Vicarious fragile pilgrims disappearing in Goodbye world!

On view on
An Ice Floe in the Bay of Bothnia, Swedish Lapland: 
February 14 – Until the ice melts

Vicarious fragile pilgrims, my work in Goodbye world! curated by Andreas Templin and Raimar Stange, which “opened” in February 14.

Embodied in paper, loyal pilgrims left Peru to reach the ice and disappear with it, honoring the Qoyllur R’iti pilgrimage, which didn’t occur in 2020 due to Covid-19, and which is progressively affected by the melting of the glaciers. Qoyllur R’iti (“bright white snow” in Quechua—a language Indigenous to the Peruvian Andes) is a syncretic religious festival held annually in the highlands of Cusco, where people celebrate the appearance of the Pleiades constellation in dedication to their harvests and the regeneration of life.

The Arts bid Farewell
Record high temperatures in the Arctic, rising sea levels, and erosion of rainforests leave no doubt: in the face of climate change, we risk saying goodbye to countless species of plants and animals, to islands and waterfront cities, and tragically to millions of people facing food insecurity from heat waves and droughts.

In the midst of this catastrophe, contemporary art is saying farewell, too. Goodbye, World brings eco-friendly works by internationally-renowned artists to an ice floe in Arctic Sweden where they will remain until the ice melts and the artworks sink to the ocean floor. The project not only reacts to the consequences of global warming, it tentatively aligns itself with these outcomes and conceptually applies them in its presentation.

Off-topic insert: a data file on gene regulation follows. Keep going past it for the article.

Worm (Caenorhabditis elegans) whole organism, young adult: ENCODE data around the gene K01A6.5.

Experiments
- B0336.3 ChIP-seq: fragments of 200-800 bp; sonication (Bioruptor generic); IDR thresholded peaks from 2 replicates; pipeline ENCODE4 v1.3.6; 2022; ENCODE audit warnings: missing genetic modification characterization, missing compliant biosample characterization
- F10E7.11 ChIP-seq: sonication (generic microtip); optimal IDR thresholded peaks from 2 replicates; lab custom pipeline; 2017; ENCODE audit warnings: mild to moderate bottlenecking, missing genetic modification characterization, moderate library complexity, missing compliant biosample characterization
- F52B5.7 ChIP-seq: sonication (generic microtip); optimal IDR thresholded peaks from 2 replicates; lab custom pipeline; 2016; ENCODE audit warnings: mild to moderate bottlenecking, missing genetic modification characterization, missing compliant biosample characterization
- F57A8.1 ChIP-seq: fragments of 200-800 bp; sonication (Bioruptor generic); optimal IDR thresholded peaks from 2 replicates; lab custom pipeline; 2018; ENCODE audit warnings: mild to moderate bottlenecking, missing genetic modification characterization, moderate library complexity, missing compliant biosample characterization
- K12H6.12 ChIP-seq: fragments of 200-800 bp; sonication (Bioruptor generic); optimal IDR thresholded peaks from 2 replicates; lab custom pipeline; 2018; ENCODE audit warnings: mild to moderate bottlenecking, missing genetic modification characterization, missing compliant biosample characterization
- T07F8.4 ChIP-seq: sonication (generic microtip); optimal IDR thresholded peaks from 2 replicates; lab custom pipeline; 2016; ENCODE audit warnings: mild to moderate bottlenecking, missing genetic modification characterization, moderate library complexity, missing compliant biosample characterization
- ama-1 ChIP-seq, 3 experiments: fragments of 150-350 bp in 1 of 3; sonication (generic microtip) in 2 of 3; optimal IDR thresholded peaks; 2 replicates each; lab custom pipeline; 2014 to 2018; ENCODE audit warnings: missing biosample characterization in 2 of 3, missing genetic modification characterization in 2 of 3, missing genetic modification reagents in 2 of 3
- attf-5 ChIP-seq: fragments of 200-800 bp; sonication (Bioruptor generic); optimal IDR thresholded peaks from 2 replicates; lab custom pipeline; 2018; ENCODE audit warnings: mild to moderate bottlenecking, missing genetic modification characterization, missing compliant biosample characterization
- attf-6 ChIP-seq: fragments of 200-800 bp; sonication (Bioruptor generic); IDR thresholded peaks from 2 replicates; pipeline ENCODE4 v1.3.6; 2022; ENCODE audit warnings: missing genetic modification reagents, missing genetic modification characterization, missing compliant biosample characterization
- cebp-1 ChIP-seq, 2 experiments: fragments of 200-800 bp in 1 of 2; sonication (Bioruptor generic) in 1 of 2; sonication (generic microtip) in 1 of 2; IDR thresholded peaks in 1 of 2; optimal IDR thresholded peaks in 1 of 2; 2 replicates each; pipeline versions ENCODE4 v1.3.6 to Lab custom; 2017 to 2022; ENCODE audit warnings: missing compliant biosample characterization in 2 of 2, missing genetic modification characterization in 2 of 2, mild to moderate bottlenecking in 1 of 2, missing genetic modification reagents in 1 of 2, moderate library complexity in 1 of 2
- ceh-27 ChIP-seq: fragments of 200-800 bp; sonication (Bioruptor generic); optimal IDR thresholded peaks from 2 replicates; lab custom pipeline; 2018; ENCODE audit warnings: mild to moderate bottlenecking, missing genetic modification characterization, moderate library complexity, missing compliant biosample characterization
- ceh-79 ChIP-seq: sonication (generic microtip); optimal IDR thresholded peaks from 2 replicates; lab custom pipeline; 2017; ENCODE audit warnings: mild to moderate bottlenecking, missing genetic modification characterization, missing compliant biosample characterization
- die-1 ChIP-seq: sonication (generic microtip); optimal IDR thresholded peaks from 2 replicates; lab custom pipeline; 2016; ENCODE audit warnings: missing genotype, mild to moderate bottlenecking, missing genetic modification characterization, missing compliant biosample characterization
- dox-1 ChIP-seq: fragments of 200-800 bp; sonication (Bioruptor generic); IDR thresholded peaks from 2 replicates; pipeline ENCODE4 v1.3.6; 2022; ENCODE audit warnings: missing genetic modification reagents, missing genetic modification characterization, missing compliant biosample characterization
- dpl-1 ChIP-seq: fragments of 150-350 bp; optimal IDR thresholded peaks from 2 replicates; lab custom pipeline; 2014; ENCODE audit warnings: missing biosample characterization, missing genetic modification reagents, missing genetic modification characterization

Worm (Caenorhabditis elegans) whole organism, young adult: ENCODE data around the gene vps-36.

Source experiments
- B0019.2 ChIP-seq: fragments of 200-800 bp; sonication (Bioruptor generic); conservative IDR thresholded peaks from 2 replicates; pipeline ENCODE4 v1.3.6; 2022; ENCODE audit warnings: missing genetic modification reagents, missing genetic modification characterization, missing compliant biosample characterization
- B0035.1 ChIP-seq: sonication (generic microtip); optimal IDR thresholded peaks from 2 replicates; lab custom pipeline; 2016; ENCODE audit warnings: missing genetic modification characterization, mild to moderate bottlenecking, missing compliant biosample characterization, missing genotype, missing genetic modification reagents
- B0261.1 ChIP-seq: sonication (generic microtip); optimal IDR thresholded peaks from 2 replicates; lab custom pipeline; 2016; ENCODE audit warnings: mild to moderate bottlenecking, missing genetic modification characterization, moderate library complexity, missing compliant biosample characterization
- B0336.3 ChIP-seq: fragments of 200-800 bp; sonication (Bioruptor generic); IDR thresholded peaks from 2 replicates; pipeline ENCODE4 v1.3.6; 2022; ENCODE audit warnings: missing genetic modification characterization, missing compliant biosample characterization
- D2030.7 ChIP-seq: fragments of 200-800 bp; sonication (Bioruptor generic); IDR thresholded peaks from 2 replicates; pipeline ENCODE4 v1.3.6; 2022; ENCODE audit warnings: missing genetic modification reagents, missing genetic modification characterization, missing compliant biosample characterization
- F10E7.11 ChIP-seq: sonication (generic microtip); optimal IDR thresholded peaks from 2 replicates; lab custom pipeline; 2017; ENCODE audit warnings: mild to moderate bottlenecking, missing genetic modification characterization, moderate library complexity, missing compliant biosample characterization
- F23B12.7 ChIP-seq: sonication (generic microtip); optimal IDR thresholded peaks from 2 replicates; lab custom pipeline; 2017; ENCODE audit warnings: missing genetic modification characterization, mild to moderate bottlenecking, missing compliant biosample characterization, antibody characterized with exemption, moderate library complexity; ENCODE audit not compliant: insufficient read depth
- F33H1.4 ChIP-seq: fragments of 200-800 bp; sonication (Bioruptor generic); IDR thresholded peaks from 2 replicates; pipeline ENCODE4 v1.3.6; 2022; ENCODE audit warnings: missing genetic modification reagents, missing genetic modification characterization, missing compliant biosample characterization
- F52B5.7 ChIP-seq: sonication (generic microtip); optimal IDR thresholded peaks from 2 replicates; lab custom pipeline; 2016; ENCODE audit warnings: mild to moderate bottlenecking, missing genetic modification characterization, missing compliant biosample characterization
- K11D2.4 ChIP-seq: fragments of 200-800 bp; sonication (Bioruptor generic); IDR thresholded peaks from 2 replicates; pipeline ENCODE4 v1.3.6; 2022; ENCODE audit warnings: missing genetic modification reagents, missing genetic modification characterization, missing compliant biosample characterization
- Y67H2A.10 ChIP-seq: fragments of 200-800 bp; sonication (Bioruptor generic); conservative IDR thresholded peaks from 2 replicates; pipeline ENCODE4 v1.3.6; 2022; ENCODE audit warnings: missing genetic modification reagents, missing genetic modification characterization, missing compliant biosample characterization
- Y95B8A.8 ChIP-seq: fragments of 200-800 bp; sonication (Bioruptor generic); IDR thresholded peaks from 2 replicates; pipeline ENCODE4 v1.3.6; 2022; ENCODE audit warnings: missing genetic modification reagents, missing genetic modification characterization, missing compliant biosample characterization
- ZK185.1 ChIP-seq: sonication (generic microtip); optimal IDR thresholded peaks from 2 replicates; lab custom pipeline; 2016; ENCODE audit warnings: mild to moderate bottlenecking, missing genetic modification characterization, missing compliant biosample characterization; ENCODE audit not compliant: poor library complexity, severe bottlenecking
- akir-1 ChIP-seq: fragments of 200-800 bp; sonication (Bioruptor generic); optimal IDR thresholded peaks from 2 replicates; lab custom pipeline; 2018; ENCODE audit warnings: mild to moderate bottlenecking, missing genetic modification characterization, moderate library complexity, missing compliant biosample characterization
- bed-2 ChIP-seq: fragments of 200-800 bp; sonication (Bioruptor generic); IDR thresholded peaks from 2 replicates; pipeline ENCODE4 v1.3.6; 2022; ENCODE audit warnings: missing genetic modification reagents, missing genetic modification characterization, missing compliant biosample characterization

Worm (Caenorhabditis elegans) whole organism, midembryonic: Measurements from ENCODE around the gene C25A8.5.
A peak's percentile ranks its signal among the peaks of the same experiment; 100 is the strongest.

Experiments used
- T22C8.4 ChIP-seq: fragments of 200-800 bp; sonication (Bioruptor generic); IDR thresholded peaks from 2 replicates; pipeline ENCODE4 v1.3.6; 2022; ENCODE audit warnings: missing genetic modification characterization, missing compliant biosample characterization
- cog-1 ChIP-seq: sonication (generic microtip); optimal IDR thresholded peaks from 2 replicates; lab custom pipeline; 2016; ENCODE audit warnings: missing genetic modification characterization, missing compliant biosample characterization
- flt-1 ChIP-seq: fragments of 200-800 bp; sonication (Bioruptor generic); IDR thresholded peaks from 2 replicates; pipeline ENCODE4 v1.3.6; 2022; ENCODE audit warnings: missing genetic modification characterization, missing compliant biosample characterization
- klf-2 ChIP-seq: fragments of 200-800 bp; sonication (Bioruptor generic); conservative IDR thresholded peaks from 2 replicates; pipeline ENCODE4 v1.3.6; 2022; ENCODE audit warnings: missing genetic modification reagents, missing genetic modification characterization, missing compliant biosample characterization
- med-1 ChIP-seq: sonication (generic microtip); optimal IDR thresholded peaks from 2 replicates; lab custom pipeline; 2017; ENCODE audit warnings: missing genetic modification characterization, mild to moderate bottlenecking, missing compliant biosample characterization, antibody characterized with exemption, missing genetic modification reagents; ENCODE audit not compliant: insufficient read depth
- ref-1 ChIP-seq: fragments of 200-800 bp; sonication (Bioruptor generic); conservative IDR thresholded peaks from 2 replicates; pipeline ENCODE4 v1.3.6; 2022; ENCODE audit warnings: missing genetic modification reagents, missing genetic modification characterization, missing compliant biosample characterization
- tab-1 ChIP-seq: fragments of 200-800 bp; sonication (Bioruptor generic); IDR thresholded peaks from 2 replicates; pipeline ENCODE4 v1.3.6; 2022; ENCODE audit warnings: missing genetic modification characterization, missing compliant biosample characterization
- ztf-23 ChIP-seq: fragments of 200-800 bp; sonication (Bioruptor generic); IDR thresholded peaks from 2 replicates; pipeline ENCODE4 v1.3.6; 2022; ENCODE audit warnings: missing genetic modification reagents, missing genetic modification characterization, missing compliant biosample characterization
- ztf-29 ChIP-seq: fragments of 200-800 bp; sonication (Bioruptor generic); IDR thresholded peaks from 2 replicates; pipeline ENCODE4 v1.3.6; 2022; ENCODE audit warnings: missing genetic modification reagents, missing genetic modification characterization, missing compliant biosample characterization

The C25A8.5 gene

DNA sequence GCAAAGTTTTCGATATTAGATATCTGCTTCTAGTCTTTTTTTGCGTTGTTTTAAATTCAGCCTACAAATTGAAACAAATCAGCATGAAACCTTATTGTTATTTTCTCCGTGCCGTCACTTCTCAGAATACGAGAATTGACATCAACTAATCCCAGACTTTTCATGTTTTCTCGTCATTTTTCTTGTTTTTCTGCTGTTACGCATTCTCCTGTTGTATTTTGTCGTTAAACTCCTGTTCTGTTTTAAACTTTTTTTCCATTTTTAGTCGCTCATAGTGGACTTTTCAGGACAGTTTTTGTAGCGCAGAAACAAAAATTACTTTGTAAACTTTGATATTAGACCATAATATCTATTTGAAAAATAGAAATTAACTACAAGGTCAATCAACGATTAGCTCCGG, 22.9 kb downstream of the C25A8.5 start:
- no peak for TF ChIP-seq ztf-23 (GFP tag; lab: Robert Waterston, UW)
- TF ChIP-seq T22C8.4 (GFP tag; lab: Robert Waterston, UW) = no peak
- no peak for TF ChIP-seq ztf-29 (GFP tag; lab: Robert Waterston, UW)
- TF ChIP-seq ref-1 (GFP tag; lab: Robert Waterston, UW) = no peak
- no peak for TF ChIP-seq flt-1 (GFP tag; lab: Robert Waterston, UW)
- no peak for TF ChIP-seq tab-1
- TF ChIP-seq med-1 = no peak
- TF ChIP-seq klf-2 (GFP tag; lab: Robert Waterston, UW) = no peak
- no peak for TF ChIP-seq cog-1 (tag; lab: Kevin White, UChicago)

The disappearance of art critiques an art industry that has been overly focused on the production and lucrative sales of works, while dealing in continuous visibility as a basis for commercial success. It is for this reason that Goodbye, World presents a scenario in which valuable works of art are ‘sunk’ and removed from circulation indefinitely.

Special thanks to Hanna Isaksson, Resurscentrum för Konst – Region Norrbotten, and to Eric, Susanne, and Shane at Luleå Archipelago Adventures.

Exhibition photography and videography: Sean Smuda, with additional photography by Andreas Templin.
Drone operator: Shane Doolin.


Andreas Templin practices art in a multivariate approach, which expresses in sculpture, photography, installations, urban interventions and sound art. He holds an MFA from Sandberg Institute Amsterdam and lives and works in Berlin.

Raimar Stange studied philosophy, German, and journalism in Hanover. He works as a freelance art journalist and curator in Berlin. Stange is published in magazines such as Kunst-Bulletin Zurich, art-agenda.com, Camera Austria Graz and Artist Bremen. He is currently curating exhibitions on topics such as climate change and right-wing populism.